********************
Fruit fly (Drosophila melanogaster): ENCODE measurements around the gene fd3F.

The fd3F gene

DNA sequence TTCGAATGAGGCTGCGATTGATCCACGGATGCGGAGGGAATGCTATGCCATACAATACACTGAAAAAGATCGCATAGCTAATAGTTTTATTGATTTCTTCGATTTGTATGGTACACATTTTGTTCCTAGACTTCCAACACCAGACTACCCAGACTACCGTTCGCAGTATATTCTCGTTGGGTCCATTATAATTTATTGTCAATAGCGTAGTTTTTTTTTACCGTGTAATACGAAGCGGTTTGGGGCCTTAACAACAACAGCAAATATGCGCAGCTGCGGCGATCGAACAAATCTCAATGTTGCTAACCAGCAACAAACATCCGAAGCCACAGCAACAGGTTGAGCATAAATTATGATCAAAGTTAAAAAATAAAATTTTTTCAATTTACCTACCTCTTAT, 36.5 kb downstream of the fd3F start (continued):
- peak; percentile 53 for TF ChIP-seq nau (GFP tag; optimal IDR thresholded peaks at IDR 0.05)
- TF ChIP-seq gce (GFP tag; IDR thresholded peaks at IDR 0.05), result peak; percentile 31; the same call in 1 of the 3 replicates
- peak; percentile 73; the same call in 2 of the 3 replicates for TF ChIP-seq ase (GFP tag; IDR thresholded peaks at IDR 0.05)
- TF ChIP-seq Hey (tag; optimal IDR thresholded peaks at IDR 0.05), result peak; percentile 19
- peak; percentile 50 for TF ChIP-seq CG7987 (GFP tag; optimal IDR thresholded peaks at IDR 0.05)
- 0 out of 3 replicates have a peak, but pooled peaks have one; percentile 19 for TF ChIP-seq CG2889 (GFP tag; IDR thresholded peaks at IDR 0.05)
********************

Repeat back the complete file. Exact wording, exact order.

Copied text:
Fruit fly (Drosophila melanogaster): ENCODE measurements around the gene fd3F.

The fd3F gene

DNA sequence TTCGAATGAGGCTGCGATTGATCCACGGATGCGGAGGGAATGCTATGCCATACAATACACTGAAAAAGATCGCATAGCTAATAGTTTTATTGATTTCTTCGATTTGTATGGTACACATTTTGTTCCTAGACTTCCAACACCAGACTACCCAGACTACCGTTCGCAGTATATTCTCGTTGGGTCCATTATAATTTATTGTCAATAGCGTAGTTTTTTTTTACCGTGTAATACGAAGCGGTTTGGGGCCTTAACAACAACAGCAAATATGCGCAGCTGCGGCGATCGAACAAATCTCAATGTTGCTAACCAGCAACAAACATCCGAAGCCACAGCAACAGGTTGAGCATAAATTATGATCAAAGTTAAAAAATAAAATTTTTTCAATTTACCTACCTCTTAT, 36.5 kb downstream of the fd3F start (continued):
- peak; percentile 53 for TF ChIP-seq nau (GFP tag; optimal IDR thresholded peaks at IDR 0.05)
- TF ChIP-seq gce (GFP tag; IDR thresholded peaks at IDR 0.05), result peak; percentile 31; the same call in 1 of the 3 replicates
- peak; percentile 73; the same call in 2 of the 3 replicates for TF ChIP-seq ase (GFP tag; IDR thresholded peaks at IDR 0.05)
- TF ChIP-seq Hey (tag; optimal IDR thresholded peaks at IDR 0.05), result peak; percentile 19
- peak; percentile 50 for TF ChIP-seq CG7987 (GFP tag; optimal IDR thresholded peaks at IDR 0.05)
- 0 out of 3 replicates have a peak, but pooled peaks have one; percentile 19 for TF ChIP-seq CG2889 (GFP tag; IDR thresholded peaks at IDR 0.05)